The Tramp Abroad After much dithering back and forth, I decided to leave my iPod home when I left to spend a week in Venice, Padua, and Milan. The inconvenience of trying to recharge it with foreign plugs, coupled with the idea of having to protect it from being stolen in a country notorious for not caring about crimes inflicted on tourists culminated in my decision to leave it at home in its cradle. It's a mature machine; it can take care of itself for a week.
This is the story of that week.
Leaving on a Jet Plane
Hour 1: I spend the majority of my morning routine convincing myself that I've made a moral decision, rather than a practical one. I'm leaving my iPod home because I want to bring as little physical and cultural baggage with me as possible. I'm going to go there and let the sounds and sights of the Continent wash over me. I will accept everything without falling back into my comfort zone. I am not a stuck-up Ugly American tourist! I am a backpacker, a citizen of the road, and it's time I reject the narrow parochialism of the music I've chosen and reclaim my birthright amongst the peripatetic few, the proud, the scruffy: the backpackers.
Hour 2: And I'm off to a half-day of work! This is the first day since I bought my iPod back in January that I've gone to the office without it accompanying me on my trip, cushioning me in a wall of sound. The morning train-ride should be easy, since I was out way too late last night with friends discussing love, life, the universe, and "Krull," and so I should just be able to drift off for a half an hour.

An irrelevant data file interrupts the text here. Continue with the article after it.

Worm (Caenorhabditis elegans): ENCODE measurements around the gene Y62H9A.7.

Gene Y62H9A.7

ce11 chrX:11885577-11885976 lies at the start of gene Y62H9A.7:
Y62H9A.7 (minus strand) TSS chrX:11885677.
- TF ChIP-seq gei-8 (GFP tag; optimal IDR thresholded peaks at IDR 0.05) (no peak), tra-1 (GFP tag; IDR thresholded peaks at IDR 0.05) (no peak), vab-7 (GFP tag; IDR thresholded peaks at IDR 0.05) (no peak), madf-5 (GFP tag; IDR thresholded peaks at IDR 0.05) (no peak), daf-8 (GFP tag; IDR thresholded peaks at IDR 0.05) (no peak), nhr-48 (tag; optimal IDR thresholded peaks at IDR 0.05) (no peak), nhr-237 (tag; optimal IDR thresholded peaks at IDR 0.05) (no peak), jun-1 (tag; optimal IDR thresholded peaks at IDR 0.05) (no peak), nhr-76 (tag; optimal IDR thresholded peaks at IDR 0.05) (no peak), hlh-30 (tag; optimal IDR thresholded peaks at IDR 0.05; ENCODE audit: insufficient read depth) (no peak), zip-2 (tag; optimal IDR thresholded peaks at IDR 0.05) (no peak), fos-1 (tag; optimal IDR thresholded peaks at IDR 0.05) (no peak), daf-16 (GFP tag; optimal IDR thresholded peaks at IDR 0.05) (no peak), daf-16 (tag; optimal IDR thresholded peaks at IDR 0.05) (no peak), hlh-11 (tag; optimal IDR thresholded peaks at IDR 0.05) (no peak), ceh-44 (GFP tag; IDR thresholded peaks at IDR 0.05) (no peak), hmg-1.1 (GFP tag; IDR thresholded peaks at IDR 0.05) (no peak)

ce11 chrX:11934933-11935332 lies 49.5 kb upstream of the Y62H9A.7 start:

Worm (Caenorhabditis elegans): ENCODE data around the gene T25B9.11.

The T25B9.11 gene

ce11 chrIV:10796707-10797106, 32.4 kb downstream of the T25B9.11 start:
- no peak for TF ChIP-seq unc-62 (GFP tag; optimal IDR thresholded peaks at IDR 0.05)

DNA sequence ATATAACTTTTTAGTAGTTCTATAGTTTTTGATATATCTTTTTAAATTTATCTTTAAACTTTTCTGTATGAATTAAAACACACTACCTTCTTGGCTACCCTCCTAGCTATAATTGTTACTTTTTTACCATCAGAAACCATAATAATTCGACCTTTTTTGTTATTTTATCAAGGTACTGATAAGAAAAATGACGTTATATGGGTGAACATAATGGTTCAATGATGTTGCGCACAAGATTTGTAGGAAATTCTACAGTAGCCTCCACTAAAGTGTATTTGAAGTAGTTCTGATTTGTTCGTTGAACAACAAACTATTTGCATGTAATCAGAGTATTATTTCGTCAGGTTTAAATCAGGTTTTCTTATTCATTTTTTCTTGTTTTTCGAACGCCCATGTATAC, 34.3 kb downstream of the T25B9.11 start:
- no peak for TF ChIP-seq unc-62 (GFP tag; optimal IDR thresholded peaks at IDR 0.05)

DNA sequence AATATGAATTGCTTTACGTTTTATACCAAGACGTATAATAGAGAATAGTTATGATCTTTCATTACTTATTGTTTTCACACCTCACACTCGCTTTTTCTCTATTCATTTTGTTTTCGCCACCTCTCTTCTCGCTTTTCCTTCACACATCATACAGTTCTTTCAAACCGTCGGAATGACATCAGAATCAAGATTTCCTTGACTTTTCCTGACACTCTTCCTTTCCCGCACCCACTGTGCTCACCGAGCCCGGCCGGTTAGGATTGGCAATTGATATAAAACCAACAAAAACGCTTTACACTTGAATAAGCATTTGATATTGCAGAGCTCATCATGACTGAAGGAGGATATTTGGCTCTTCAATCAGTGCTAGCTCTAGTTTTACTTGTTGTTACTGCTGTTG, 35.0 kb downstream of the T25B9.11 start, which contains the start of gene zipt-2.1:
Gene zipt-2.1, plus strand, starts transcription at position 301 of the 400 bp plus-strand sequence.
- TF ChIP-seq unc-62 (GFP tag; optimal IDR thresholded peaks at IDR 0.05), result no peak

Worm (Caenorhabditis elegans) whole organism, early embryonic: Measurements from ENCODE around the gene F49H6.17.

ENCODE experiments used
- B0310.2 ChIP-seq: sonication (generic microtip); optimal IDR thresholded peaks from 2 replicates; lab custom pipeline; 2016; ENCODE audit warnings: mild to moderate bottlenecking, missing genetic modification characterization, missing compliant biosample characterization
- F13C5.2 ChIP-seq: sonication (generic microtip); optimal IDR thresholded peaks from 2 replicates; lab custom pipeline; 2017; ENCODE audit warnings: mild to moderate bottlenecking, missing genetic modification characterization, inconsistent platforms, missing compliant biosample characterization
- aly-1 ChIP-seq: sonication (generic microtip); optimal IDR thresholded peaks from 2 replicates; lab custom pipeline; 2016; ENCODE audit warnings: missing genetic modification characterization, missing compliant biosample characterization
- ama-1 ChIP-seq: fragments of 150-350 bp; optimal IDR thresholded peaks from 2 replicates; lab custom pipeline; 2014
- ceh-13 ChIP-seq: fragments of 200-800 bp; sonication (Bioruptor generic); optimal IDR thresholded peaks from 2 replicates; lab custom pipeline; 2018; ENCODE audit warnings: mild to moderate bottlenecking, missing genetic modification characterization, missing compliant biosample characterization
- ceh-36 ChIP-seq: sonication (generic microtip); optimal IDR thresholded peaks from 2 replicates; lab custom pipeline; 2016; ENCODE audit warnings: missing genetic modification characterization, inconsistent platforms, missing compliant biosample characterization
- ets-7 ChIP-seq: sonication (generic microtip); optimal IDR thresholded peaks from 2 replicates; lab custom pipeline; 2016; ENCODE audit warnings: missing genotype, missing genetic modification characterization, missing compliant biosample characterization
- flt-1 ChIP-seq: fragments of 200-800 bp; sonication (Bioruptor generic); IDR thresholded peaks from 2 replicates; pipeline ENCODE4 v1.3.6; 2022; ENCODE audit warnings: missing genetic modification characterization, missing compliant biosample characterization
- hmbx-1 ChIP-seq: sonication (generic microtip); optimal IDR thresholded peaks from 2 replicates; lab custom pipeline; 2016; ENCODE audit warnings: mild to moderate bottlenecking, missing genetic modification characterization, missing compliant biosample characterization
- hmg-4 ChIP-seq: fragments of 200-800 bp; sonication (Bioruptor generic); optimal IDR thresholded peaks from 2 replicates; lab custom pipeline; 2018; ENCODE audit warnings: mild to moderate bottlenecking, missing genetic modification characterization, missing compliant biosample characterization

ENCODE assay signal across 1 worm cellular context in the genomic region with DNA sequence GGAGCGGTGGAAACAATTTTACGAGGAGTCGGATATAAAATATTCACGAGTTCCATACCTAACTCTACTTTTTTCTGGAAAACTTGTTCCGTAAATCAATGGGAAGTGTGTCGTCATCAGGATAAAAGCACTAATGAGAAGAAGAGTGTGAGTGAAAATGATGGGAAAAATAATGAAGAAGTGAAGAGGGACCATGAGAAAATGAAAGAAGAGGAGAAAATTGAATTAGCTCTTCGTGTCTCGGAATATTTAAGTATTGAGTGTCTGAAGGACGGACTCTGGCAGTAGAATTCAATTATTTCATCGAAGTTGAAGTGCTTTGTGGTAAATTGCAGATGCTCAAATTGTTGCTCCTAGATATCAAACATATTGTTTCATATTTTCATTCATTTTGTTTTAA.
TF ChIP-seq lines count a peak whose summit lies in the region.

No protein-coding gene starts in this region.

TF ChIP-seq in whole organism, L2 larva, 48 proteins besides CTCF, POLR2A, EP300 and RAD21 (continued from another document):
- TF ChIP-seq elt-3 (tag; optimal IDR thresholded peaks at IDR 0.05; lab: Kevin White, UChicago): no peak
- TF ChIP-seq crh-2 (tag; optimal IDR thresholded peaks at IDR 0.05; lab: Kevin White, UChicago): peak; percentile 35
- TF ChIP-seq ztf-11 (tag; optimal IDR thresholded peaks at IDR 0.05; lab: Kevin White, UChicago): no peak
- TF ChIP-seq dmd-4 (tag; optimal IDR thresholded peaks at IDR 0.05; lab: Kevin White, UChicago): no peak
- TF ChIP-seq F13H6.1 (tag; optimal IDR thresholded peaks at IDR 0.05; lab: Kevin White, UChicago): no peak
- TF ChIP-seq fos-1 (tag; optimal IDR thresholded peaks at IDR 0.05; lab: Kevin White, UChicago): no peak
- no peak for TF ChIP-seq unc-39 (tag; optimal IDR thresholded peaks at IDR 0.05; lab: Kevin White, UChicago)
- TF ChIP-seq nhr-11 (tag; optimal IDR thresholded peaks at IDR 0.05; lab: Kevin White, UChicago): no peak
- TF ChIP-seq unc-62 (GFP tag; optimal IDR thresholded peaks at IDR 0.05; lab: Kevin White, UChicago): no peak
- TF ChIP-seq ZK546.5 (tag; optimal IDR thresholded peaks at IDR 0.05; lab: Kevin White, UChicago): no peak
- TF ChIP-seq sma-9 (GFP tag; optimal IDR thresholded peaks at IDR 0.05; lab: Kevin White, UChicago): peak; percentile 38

But my security blanket of sound is back home in it's cradle, so when I sit down next to the severely autistic 30-year old, there's absolutely nothing to block out the sound of his toy playing the Sesame Street Theme on repeat with a MIDI "Let's go!" shouted by a digital lemming everytime he hits a button, which is everything three seconds or so, with no discernible pattern. Perhaps he was signalling, "Please kill me," via Morse Code. It was certainly the thought running through my head, at least.
Hour 3: With a couple of cups of crappy work coffee in me, I'm more alert, but I become more aware of how much I try have come to rely on that little sleek hunk of metal and silicone. Am I in fact an addict? Do I abuse my iPod? Am I twitchy from too much coffee, or MP3 withdrawal? It's not too late. I could still go home before my flight.
Hour 6: It's now too late.
n8 managed to deftly plant Jim White's "Static on the Radio" in my head, and it'll be a week before I can exorcise it properly.
"Everything I think I know is just static on the radio."
Damn you n8.
Hour 7: Damn you MTA. Your rank incompetence is overwhelming even my expectations of disappointment. I mean, it's not like the Wednesday before Thanksgiving is going to be a busy day for travel or anything. Christ.
Hour 8: Great, now I want a cigarette and my iPod. And as long as I'm wishing for futile things, I want a pony. Not world peace, though. I feel too irritable to wish for that.